Director: Jagdish Mishra
Cast: Shubhangi Latkar, Om Bhutkar, Archana Iyer
I remember being critical of Umesh Shukla’s social comedy 102 Not Out – starring Rishi Kapoor, and Amitabh Bachchan as his father – because of how it perpetuated the age-old Indian shortcoming of parents burdening their adult children with the “duty” of caretaking. A son was made to look like an ungrateful villain because he dared to leave home and make his own life abroad. Jagdish Mishra’s 24-minute short, Lost and Hound, turns this glaring cultural flaw into a morbid genre movie. The title is a little silly, and the actors a little obvious, but the inbuilt ‘message’ is wicked, and does far more to reflect a national epidemic than a feature-length comedy.
A 60-year-old lady named Sunanda lives alone in a bungalow five hours from Mumbai. She has a routine – gardening, cooking, walking her dog. Only a friendly grocery boy visits her every week. Today, she has baked a cake. When a police inspector visits the property, we learn that Sunanda is quietly celebrating the birthday of her younger son Manan. Manan disappeared into thin air some years ago and has been missing ever since. Her older son lives in America. Much of this is information supplied through the chat that results from the cop’s unscheduled visit.
The narrative plays out like one of those bizarre newspaper articles (“mother arrested for preserving son’s severed head in freezer”) we merely gasp at before moving on to the next page
If you concentrate hard enough, it’s not difficult to predict the ‘twist’ at the end. We’ve seen enough gentle-looking actresses cast in a role specifically meant to colour the viewer’s perception of her character. Shubhangi Latkar has a hostile-yet-maternal manner. She is essentially acting as a lady who is used to acting – it’s a tricky part, but Sunanda does come across as a person who is maybe a bit dramatic with her dialogue because that’s the only kind of ‘performance’ she knows. Maybe she is borrowing from Hindi films. It’s a fine balance, and Latkar just about pulls it off with her facial theatricality.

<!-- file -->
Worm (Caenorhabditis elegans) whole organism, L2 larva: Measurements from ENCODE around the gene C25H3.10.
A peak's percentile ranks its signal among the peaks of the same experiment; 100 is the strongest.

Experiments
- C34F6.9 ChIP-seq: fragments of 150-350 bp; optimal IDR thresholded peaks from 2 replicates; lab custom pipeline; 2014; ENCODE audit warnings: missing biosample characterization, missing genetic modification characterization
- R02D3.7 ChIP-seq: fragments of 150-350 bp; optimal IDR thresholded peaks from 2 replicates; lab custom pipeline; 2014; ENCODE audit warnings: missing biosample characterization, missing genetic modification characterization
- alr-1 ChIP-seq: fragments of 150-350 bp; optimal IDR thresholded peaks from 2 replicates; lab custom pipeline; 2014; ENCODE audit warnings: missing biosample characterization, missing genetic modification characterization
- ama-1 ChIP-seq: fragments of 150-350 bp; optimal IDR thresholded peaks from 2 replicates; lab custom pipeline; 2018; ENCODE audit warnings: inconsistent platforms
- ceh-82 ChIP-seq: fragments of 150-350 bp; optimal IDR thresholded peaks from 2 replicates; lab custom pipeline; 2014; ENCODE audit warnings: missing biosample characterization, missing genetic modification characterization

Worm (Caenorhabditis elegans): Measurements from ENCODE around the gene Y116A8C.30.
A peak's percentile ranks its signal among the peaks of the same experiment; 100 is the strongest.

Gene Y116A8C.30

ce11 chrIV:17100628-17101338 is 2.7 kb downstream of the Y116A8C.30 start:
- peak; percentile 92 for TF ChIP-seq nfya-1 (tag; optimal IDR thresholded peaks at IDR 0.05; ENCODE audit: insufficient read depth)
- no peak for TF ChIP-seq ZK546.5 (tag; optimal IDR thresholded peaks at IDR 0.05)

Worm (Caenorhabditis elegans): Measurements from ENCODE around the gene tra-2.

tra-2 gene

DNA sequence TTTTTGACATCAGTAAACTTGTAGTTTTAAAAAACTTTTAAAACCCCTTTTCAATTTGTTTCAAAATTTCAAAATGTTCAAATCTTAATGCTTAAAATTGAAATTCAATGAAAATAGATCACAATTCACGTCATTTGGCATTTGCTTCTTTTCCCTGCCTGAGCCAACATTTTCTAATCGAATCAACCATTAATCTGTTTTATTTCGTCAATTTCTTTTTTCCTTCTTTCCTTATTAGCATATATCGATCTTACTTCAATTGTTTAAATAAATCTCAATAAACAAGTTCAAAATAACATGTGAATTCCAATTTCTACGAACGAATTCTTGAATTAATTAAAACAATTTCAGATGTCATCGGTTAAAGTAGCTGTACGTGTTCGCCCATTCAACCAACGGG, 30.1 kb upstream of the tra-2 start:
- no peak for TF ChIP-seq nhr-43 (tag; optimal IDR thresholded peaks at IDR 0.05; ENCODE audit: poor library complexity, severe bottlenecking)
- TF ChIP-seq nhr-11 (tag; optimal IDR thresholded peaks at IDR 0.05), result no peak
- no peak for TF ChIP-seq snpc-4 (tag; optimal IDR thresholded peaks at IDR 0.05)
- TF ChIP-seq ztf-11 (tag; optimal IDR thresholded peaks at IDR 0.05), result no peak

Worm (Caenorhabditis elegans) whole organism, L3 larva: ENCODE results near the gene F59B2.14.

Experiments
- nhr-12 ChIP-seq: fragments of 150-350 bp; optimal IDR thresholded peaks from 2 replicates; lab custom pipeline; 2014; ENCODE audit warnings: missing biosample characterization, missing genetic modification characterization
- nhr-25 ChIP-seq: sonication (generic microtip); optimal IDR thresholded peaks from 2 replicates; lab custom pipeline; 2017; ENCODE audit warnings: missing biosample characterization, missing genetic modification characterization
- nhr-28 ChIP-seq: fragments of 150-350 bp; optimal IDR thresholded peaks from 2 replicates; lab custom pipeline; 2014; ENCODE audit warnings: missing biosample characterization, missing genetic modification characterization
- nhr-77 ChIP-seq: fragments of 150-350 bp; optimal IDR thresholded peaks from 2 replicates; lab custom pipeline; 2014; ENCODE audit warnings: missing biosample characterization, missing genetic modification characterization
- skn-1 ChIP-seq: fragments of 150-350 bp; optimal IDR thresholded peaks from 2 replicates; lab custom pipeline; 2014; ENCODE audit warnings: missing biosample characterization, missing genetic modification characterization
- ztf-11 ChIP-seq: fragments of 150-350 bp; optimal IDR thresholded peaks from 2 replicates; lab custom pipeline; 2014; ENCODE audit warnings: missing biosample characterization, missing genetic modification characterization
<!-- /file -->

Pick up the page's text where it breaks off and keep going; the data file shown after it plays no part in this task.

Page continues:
I also like the way this film is designed. The world-building is elaborate, adding to the unsettling suspense of the house. There are clues to the situation everywhere. The dog is called Mahesh, a human name, and is always chained to a pole. The grocery boy mentions that he is on his way to watch Sairat – a Marathi blockbuster in which parents are the real tormentors. He is also roughly the son’s age. The bungalow is situated in ‘Badlapur’ – perhaps a nod to the Sriram Raghavan movie in which Varun Dhawan’s character is a grieving parent avenging the loss of his child. Sunanda mentions that Manan loved traveling and planned to visit several countries – a trait that paints him as a nomad who hates being tied down to a single place. A prime candidate for the son who never returns. Her mental state becomes apparent when she talks about her older son bitterly, and how he should be the one taking the initiative to meet her instead of her reaching out to him.
Most of all, Sunanda is shown tending to her favourite Bonsai plant – she uses wires to “control its growth”. (The cop pointedly asking her about the plant is too much exposition; just a shot of her arranging the wires might have better informed the scary metaphor). Put together, all of these little details hint at there being more to this woman – and her house – than is apparent.
The film takes its time, letting us take in her surroundings so that we can replay it in our heads after the ending. The location is a character, as is a painting on the wall and a special plate of food. The narrative plays out like one of those bizarre newspaper articles (“mother arrested for preserving son’s severed head in freezer”) we merely gasp at before moving on to the next page. But you know a movie is truly effective when an ordinary shot of a dog barking is perhaps the eeriest – and most symbolic – moment of the story.